Now general counsel and administrative law judge for the Kentucky Personnel Board, Stafford Easterling’s beginnings in Staunton, Va., were humble. Though he comes from a well-educated, well-established family in his hometown, systemic racism had held the family back financially.

“In my family,” he said, “we were educated for generations back. We are veterans. For generations back, we farmed, we owned things, we built things. We are one of the bedrocks of the African American community in my hometown, and we’re still broke.”

Easterling ’02 says being poor is an obstacle in every circumstance, every situation, making the most basic situations complicated. “I dreamed of eating every day,” he said. “I dreamed of having cable. I dreamed of not being broke.”

Easterling was industrious, shoveling sidewalks and mowing grass until old enough to get a job in the service sector.

“There are a lot of people who were like me,” he said, “who were taught how to be a frontline grunt. I was an excellent frontline grunt. I could flip a great burger. I could make some great fries. I could mop a mean floor. I was good at that sort of thing.”

Having the job was important, and Easterling mused about how his circumstances were different from young people whose jobs were sort of a lifestyle accessory. The consequences of losing the job were different—for the more affluent youth, losing a job meant a lecture from parents and loss of gas money. For those of lesser means, the consequences were more cutting.

Photo of Stafford Easterling
Stafford Easterling ‘02 used his degree to become a lawyer and judge. The “value of free” for him was the ability to become the best version of himself. Photo by Justin Skeens

“As a poor kid,” he said, “it might mean you don’t have the ability to help your brothers and sisters eat.”

College prospects present a similar dynamic. “If I come from a wealthy home,” Easterling said, “if I come from a comfortable neighborhood, college is an accessory. College is an opportunity. It is one path out of many that are available to you. For many of us, if you’re Berean, college is the way to overcome your background, your trauma, your poverty, your particular circumstance.”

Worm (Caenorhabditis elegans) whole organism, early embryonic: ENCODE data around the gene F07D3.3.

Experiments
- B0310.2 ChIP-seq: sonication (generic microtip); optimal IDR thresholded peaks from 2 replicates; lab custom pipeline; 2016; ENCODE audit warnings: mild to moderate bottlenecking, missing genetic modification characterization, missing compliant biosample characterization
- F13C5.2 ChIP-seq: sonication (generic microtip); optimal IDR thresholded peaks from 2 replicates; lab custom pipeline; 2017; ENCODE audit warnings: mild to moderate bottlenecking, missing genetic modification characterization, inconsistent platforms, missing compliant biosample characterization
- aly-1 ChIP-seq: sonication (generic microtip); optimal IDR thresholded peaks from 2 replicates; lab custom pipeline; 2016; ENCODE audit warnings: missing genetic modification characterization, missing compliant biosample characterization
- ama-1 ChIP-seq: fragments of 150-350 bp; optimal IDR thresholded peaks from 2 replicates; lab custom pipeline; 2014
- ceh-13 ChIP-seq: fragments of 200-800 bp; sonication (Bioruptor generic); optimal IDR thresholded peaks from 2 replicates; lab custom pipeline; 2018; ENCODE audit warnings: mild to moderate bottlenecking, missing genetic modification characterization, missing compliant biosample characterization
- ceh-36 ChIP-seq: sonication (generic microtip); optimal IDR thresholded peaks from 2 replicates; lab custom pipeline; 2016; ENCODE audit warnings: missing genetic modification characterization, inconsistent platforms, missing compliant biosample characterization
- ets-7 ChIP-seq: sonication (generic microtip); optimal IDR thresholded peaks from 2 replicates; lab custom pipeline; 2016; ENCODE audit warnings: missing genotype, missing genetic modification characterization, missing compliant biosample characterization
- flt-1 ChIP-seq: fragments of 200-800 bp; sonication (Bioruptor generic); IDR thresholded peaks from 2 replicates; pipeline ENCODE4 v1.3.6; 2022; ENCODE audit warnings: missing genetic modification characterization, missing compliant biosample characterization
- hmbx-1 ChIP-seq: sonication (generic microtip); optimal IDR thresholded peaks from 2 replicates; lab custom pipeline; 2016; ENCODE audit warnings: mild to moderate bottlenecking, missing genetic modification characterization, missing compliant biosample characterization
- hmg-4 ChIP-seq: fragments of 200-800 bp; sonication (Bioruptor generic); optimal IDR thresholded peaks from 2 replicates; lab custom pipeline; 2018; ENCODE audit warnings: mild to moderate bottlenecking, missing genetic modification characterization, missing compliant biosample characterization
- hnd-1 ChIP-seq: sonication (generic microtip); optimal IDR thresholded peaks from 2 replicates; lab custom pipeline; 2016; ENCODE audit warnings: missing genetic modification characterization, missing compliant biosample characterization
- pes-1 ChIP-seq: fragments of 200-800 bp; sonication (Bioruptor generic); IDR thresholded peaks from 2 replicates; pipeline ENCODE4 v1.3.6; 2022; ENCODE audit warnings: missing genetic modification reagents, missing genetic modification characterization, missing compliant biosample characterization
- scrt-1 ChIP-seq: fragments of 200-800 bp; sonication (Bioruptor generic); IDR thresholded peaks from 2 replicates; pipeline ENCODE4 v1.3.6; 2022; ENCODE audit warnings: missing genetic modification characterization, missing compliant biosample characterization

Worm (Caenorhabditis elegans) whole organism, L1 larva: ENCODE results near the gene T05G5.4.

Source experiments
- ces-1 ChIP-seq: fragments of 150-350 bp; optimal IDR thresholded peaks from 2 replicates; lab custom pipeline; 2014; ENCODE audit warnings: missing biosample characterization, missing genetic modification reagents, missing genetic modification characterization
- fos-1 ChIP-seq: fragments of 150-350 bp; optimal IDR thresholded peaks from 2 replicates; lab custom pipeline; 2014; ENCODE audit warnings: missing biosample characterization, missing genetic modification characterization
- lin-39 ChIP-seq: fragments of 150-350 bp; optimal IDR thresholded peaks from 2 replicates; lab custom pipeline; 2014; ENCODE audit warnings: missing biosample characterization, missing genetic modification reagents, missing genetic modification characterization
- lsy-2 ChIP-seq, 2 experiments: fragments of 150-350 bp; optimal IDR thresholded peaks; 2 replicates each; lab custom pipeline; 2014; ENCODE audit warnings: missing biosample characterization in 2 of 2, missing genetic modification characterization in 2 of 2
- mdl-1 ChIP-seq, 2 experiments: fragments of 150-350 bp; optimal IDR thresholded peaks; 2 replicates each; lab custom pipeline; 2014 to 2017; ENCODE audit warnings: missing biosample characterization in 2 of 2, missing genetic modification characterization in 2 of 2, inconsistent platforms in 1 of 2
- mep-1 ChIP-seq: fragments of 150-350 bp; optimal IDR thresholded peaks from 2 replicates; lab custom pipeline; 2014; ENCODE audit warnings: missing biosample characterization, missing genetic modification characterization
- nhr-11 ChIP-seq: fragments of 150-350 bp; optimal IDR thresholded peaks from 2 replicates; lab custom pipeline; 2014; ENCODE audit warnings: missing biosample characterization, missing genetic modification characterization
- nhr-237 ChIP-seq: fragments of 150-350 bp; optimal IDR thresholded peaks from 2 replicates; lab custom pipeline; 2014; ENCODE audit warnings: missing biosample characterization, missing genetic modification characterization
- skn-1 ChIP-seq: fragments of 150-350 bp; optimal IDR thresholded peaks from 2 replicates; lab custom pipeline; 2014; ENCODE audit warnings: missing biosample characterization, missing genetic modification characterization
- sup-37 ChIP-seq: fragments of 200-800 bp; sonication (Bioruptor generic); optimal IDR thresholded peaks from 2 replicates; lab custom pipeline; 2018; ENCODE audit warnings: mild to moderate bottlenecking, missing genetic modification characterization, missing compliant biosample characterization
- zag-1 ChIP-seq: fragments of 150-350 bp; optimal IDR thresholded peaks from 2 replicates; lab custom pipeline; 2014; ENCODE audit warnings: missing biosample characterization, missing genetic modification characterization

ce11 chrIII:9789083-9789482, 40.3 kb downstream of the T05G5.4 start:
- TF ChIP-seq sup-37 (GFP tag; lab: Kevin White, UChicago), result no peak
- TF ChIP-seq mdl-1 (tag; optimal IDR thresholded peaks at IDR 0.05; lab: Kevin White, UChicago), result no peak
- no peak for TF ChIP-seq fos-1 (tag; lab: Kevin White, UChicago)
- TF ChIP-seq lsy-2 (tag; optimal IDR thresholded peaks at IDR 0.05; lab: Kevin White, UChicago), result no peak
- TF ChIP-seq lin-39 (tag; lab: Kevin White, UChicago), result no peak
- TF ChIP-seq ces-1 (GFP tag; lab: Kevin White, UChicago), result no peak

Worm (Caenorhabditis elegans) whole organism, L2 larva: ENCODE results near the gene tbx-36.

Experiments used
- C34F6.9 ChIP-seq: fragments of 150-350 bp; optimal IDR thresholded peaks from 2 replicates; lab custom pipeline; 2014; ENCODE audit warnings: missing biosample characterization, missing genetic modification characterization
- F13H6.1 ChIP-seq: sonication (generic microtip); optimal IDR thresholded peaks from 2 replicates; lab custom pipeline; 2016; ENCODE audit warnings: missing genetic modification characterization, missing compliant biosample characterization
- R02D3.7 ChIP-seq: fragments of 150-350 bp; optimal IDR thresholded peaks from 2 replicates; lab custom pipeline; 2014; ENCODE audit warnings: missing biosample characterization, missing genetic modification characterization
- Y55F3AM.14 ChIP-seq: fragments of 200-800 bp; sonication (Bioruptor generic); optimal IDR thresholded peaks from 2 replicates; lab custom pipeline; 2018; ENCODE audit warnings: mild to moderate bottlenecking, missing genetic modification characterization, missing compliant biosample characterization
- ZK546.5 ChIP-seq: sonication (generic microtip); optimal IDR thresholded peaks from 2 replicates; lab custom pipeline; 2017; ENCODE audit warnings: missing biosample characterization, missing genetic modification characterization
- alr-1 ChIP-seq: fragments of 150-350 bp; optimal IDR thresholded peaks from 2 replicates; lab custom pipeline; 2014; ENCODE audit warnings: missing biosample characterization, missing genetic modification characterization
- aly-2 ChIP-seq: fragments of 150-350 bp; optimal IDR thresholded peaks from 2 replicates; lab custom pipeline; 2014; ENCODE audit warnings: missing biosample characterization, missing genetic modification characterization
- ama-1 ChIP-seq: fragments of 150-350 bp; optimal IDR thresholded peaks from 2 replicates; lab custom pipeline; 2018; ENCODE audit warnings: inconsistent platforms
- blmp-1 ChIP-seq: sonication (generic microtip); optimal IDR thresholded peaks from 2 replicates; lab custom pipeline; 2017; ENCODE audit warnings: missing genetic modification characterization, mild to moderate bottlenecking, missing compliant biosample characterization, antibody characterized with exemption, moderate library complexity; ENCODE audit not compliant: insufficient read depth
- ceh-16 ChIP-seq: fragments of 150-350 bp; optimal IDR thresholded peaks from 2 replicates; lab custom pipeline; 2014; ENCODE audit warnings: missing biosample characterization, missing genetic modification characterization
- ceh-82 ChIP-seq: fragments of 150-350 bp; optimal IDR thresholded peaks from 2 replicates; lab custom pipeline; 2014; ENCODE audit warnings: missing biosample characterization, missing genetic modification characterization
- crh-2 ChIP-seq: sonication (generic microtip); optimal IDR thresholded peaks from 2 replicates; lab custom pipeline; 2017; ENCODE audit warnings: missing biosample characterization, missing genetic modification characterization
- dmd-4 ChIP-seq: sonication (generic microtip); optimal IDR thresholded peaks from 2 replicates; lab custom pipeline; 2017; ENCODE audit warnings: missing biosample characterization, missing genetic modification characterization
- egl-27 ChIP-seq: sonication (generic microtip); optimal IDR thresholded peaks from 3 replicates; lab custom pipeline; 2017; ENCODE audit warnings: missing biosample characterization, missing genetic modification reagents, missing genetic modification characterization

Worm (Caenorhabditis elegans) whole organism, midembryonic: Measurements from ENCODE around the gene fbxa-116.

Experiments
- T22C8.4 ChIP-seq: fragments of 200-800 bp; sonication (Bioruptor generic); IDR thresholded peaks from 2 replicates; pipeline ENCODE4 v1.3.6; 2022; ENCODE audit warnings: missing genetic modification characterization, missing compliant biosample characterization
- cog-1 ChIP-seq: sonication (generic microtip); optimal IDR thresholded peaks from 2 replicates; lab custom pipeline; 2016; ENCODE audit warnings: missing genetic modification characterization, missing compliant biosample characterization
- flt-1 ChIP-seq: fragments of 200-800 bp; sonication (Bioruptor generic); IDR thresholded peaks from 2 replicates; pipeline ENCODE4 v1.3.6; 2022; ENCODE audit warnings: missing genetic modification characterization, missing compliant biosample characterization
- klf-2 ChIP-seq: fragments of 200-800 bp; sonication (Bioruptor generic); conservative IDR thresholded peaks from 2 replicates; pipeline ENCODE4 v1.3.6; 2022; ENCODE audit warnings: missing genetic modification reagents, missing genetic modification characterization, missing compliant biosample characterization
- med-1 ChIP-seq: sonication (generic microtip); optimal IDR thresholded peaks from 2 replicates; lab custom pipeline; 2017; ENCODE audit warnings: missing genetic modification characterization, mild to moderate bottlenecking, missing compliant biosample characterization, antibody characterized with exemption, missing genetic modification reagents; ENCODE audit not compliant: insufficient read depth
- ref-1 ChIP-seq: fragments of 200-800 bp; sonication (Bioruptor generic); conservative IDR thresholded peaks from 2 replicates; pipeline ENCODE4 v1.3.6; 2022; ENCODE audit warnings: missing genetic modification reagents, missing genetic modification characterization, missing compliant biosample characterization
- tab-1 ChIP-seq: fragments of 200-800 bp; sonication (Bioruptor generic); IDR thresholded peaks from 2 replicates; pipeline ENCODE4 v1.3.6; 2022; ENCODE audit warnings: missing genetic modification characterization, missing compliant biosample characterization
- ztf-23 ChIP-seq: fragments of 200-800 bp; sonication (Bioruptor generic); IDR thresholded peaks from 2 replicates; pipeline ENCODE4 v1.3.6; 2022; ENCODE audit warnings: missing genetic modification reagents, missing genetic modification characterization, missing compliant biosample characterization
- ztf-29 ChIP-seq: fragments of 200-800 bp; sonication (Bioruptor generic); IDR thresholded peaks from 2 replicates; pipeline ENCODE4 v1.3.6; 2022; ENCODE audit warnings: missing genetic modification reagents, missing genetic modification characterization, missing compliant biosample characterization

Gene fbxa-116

Easterling was bright, and he had college options because of that, but only one option that meant not taking on debt. In high school, he spent two summers at Berea in a program for gifted African Americans.

“After spending my two summers at Berea,” he said, “it made it clear that I didn’t really want to go to anywhere else besides Berea, no matter where else I got in.”

The future lawyer majored in business and took a campus job as a janitor. Both paths, he says, set him up for his future.

Berea taught me the links between being a good janitor and being a good lawyer. The rules for being a lawyer are the same as the rules for being a janitor, which are show up on time, do your assignment.

Stafford Easterling ‘02

“Berea taught me the links between being a good janitor and being a good lawyer,” he said. “The rules for being a lawyer are the same as the rules for being a janitor, which are show up on time, do your assignment.”

School was tough, he recalls. “Berea was more difficult than law school,” he said. “Berea might have been the most difficult thing that I have done in any professional setting other than serving as a Supreme Court law clerk. Berea College required me to step my game up in a way that nothing else has.”

Stepping his game up meant learning to thrive in a liberal arts setting. Studying topics like colonialism and art history seemed to young Stafford to be a waste of time, but nearly 20 years later, he has changed his mind.

“I realized that the general studies courses may have been the most valuable courses I took in college,” he said. “Liberal arts colleges teach you how to think. Berea, maybe more so than any place I’ve ever been, made me very good at that. I’ve been able to deal with any number of novel situations and circumstances that the liberal arts colleges teach you how to navigate.”

Easterling bemoans the idea that there are Einsteins in the world who won’t be able to afford college or be given the freedom to explore and discover their passions.

“It seems fairly clear to me that the world’s best mandolin player is probably some poor Black kid in Philadelphia right now,” he surmised. “They’re never given the opportunity to play a mandolin in the first place.”

The possibility of going to college for free opens up possibilities like that, as it did for Easterling.

“The value of free is the opportunity to explore the best possible version of yourself without having to worry about the day-to-day paying of your bills and figuring out how to feed yourself as you’re trying to maximize your potential. Berea, tuition-free schools, allow people to chase their dreams without being encumbered for decades with that crushing student loan debt that limits your options and curtails your freedom.”

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